KPIs – The Good – The Bad & The Ugly!

Key Performance Indicators (“KPIs)” are a very important part of any successful business.  Having measures that can look at performance in a specific area of your business is critical to knowing how well you are doing and how you compare to similar dealer operations in your industry.  Sharing and evaluating KPIs in Dealer Performance Groups is a great practice that can bring exceptional results improvement. That said, KPIs can be very powerful tools that can turn pretty ugly and hurt the business more then they help.  Here is some insight on “The Good, The Bad, & The Ugly” of KPIs:

The Good: When linked to your strategy, a KPI can generate tremendous focus on what’s important.  It not only acts as a report card on the execution of your strategy, but it can also bring strong and healthy discussion around what that KPI means and how it should be viewed.  This education process develops a much stronger team with a richer understanding of the broader dynamics of your business.  When teams engage in this knowledge environment, they start thinking differently about their decisions and share and engage in conversations that help the entire business perform better.

The Bad:  When a KPI is an isolated target, it can drive negative behaviour as a result of “Local Optimization”.  When an owner or senior team in a business dictates KPIs and ties them to individual incentive plans, behavior changes.  A great example of this was a Parts Manager that was given a KPI target for inventory turns.  The KPI was not set with the support of the Parts manager and it had an individual financial reward attached to it.  This is when behaviour started to change.  In a plan to hit the KPI, the Parts Manager started reducing inventory without thinking about how it would affect any other area of the business, most importantly the Service Department and Customer Satisfaction.  This was discovered with decreased turn around in the shop, many angry visits to the GM’s office by customers, and the legitimate concern from the Service Manager that this behaviour was negatively hurting his KPI performance.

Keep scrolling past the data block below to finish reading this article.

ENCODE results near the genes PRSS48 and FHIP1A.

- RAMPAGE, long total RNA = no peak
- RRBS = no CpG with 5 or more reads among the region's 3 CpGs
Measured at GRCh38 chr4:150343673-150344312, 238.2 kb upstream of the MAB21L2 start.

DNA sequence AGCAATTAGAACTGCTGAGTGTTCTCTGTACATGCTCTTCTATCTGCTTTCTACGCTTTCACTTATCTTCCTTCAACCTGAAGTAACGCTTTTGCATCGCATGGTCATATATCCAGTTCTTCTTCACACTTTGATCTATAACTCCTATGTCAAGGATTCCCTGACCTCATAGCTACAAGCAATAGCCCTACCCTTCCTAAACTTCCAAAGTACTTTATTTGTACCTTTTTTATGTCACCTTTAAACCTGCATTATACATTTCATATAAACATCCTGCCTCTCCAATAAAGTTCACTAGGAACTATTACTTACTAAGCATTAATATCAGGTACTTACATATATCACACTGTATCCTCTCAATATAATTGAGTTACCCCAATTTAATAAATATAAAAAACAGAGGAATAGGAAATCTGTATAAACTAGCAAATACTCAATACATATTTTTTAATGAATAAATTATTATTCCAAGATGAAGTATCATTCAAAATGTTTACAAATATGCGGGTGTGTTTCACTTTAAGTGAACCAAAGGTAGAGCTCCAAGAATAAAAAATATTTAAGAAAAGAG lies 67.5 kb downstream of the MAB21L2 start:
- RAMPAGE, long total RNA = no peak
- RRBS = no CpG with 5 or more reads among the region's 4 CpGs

However, we were able to fix this problem and get the results the dealer was looking for. First, by bringing the team together, then selecting the KPIs with the right benchmarks, and finally tying the incentives to the joint team.

The Ugly:  When KPIs become targets that low-integrity leadership sees as a way to maximize compensation, very serious behaviour changes happen.  In a recent discussion with a dealer, he was shocked to learn that his sales manager who just left after his big bonus payout had left a financial train-wreck behind.  The owner of the business had set a Market Share Target that was tied to a significant financial reward.  Not being as close to the daily operations as he should have been, the dealer did not monitor trade values on used equipment, residual risk on leases, or side commitments to customers to get deals done.  The sales manager got the Market Share the owner was looking for, and his big financial reward. But, it was not long after that the financial and customer relations damage started to surface.

KPIs are great for getting a view of your business as it relates to your strategy as well as benchmarking how you are doing in the industry.  However, there are some critical elements to remember: make sure the data you are using is good, that you have selected the right measures, and that your team is part of the selection process. Also, remember that a KPI is only a snapshot of a moment in time.  To get full value from KPIs, always track them over time in a graph.  Knowing the direction a certain measure is moving over time is the best way to see progress or alert you to possible negative trends.

For more information on KPIs and how they can be used to optimize your business, get in touch with the author of this article, John Higgins. John is CEO at The SCP Group and can be reached at